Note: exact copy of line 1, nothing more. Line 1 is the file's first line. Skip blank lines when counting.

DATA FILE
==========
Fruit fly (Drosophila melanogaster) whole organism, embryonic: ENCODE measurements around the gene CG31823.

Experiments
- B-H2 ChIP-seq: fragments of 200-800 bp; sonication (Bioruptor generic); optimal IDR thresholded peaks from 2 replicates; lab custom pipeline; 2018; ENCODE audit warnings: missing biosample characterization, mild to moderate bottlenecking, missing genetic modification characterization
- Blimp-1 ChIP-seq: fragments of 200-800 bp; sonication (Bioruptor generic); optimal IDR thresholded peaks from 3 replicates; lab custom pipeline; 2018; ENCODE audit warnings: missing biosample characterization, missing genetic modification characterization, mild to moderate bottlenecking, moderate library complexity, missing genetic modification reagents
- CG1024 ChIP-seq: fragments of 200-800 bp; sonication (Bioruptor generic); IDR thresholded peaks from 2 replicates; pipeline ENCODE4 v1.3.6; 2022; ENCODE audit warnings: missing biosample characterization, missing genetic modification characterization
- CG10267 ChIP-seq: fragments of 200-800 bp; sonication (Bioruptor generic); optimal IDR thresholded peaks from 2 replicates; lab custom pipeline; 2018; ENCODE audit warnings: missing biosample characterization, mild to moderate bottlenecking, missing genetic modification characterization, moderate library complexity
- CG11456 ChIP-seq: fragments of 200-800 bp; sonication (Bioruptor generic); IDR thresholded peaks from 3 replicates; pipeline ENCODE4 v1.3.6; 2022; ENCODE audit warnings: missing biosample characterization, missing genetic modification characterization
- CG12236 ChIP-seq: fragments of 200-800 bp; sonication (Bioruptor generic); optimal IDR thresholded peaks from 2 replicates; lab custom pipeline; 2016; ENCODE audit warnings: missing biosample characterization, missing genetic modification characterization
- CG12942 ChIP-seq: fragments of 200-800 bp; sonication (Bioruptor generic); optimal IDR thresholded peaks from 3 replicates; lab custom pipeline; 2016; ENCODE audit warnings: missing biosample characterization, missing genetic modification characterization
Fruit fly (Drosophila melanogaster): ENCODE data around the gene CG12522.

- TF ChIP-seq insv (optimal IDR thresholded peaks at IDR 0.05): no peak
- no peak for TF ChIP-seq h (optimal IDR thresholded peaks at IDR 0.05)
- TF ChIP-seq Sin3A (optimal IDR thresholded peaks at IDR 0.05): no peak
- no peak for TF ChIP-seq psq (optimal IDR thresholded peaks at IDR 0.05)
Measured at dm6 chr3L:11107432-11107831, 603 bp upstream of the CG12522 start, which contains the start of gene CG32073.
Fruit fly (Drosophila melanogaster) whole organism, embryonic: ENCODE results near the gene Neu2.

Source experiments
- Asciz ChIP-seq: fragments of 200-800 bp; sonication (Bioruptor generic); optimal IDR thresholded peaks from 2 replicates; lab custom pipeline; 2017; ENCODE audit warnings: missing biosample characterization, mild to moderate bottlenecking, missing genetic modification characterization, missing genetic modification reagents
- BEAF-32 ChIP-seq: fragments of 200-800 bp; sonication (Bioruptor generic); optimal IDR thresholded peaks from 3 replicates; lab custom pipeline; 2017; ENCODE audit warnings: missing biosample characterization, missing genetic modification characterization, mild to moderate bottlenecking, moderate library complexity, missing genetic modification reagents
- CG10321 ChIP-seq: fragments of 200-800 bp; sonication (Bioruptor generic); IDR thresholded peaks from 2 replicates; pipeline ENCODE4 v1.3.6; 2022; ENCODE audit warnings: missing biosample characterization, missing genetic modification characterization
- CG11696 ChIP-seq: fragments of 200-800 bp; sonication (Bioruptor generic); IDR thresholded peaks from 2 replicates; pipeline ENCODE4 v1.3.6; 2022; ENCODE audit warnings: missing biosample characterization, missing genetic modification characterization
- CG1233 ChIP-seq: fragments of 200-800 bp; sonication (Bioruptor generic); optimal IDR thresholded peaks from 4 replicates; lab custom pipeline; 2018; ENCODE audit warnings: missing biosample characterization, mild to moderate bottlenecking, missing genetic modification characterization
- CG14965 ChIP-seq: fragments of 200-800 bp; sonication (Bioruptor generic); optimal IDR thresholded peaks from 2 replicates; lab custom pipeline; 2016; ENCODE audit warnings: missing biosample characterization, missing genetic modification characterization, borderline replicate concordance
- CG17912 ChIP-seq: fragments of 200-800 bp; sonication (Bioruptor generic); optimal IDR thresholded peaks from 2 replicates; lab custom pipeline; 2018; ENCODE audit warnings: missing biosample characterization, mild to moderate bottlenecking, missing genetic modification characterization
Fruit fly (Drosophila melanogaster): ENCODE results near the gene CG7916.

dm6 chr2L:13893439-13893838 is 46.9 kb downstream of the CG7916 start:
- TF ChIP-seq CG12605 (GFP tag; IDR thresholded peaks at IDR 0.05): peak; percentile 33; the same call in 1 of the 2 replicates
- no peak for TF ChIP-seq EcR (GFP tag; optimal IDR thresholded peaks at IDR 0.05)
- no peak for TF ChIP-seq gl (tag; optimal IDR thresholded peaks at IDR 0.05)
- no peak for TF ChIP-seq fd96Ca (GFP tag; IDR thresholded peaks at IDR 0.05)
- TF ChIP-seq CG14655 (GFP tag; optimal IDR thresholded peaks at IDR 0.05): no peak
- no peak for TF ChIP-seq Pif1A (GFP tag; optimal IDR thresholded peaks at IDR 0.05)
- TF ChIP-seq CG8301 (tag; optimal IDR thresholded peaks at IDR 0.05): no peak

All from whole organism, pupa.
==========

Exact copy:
Fruit fly (Drosophila melanogaster) whole organism, embryonic: ENCODE measurements around the gene CG31823.